Missile Defense Command System On Target

January 2007
By Henry S. Kenyon

The U.S. Missile Defense Agency’s (MDA’s) Command and Control, Battle Management and Communications (C2BMC) system allows commanders to coordinate and plan a layered ballistic missile defense. C2BMC permits platforms such as the guided missile cruiser USS Shiloh, shown launching a Standard Missile 3 during a joint MDA-U.S. Navy ballistic missile flight test, to receive and share sensor and targeting data.
Battle management software plans, coordinates operations.

An evolving battle management and situational awareness system is allowing the United States to form a layered missile defense by linking regional, theater and national commands into a single network. A new battle management function allows warfighters to optimize sensor and interceptor operations. By fusing sensor data, the system presents commanders with a common operating picture during a ballistic missile attack. The technology allows users to select and place missile defense assets and to analyze and test for potential weaknesses in defensive coverage.

Developed by the U.S. Missile Defense Agency (MDA), the Command and Control, Battle Management and Communications (C2BMC) system is designed to integrate with existing software and sensor platforms to allow coordinated planning in a layered missile defense. According to Brig. Gen. Robert E. Dehnert Jr., USAF, the MDA’s program manager for C2BMC, Washington, D.C., the concept for a command and control system was originated five years ago by the MDA’s former director, Lt. Gen. Ronald T. Kadish, USAF. This idea developed into a requirement to link antimissile weapons systems such as Aegis, the ground-based midcourse defense (GMD) system and the forward-based X-band radar system to form a ballistic missile defense network. The system’s goals include providing battle management of its various components and enabling warfighters to optimize the use of sensor energy and interceptors.

C2BMC’s initial capability consisted of two functions: a force-level planner and a situational awareness tool. The planner compares red force and blue force capabilities and optimizes the red force against the blue, allowing commanders to compare and test their defenses. Its architecture allows the merging of defense applications from lower echelons up to global commands. The situational awareness capability was installed initially at the White House, the National Military Command Center, the U.S. Strategic Command and the U.S. Northern Command. It also was provided to the GMD system and to Aegis-equipped warships.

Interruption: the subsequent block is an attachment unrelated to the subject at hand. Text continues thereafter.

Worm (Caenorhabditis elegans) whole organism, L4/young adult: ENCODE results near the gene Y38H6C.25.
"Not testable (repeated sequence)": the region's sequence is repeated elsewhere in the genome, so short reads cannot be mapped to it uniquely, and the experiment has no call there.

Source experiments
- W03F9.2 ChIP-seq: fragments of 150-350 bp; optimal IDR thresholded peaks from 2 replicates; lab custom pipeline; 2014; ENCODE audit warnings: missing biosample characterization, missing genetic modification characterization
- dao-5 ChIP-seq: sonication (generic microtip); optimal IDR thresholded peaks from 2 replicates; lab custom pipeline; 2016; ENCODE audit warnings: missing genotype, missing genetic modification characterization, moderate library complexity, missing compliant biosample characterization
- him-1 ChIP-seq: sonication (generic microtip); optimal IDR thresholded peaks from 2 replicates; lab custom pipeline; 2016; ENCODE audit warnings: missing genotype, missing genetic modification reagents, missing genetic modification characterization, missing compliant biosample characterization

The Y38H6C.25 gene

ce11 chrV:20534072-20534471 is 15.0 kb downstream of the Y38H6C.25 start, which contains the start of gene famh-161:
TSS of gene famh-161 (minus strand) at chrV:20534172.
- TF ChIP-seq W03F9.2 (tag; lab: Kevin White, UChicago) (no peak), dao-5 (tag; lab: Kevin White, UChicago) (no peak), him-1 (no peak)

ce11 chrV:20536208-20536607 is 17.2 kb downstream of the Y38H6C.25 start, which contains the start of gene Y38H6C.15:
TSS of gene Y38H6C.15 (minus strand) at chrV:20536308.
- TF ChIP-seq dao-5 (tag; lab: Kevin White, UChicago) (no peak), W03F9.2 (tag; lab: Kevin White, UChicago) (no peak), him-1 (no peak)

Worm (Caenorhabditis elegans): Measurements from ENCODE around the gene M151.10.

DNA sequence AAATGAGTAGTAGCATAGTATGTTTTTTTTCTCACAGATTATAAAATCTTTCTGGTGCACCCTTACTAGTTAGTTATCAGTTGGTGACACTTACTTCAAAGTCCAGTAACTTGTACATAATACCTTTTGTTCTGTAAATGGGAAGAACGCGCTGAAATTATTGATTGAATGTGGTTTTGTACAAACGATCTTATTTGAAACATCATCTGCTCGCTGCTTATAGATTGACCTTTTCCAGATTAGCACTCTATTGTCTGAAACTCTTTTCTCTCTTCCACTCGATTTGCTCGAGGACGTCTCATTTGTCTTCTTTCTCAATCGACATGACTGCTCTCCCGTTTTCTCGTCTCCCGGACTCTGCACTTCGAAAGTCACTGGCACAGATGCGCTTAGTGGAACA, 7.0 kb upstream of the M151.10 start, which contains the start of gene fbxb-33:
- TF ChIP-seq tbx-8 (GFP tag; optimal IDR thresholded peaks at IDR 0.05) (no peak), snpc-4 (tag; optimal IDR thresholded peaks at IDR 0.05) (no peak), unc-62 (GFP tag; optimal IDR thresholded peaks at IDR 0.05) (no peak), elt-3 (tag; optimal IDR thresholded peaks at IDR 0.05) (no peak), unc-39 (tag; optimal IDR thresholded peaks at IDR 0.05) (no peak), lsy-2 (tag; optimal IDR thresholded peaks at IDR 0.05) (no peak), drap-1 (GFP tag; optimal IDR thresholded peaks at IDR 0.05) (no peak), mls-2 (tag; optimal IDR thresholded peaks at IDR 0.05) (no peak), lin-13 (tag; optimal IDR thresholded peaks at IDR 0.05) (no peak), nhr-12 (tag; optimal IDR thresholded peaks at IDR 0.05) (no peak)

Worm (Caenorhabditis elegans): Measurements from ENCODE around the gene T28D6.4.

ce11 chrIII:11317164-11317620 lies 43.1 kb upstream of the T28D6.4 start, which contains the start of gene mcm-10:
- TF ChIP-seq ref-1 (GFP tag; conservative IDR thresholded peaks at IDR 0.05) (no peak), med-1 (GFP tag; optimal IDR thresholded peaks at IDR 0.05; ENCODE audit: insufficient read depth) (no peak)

A new global battle management application will be entering service in 2007. It is a real-time tool, which Gen. Dehnert defines as having a delay of one second or less. The general explains that the battle management capability is meant for use by the joint forces air component commander and subordinate personnel. This capability builds on the C2BMC system’s other features: the planner, the situational awareness application and a sensor network. The general notes that these are the four major components for ballistic missile defense.

C2BMC also interacts with orbital platforms such as space-based infrared satellites, which provide initial early-warning data supplemented by ground-based radars. Gen. Dehnert adds that space is very important for seeing and sensing into another nation’s territory.

From its initial capability as a force-level planner and a situational awareness tool, the program is evolving toward the general’s goal of the “anys”—the ability to link any sensor, any shooter, at any phase of missile flight in any region, against any size and type of attack. “We want to be able to accomplish those anys, but we nibble away at them a bite at a time. Design a little, field a little, learn a lot,” he says.

After the system was fielded in 2004, the U.S. Pacific Command (PACOM) was added to the network. This command’s region includes the forward-based X-band radar in Shiriki, Japan. Gen. Dehnert notes that C2BMC also provides a tool for personnel in the air operations center at Hickam Field, Hawaii, to control the X-band radar in Japan.

The forward-based X-band radar can provide sensor data to the GMD interceptors in the same manner as Aegis, which adds depth to the sensor network, Gen. Dehnert says. The goal in the coming six months is to pass data from the forward-based X-band radar to an Aegis-equipped warship. The information transfer will allow the ship to cue its sensors and eventually to launch its interceptors with this data.

The program’s next major spiral implementation early this year will allow air operations centers to provide battle management of Aegis ships, forward- based X-band radars and Patriot missile batteries as a threat evolves. The general explains that Aegis can defend Japan, South Korea and Hawaii. “The question is under what circumstances would it defend one or the other. Depending on the fight as it unfolds, you’ll need somebody to make those decisions,” he says.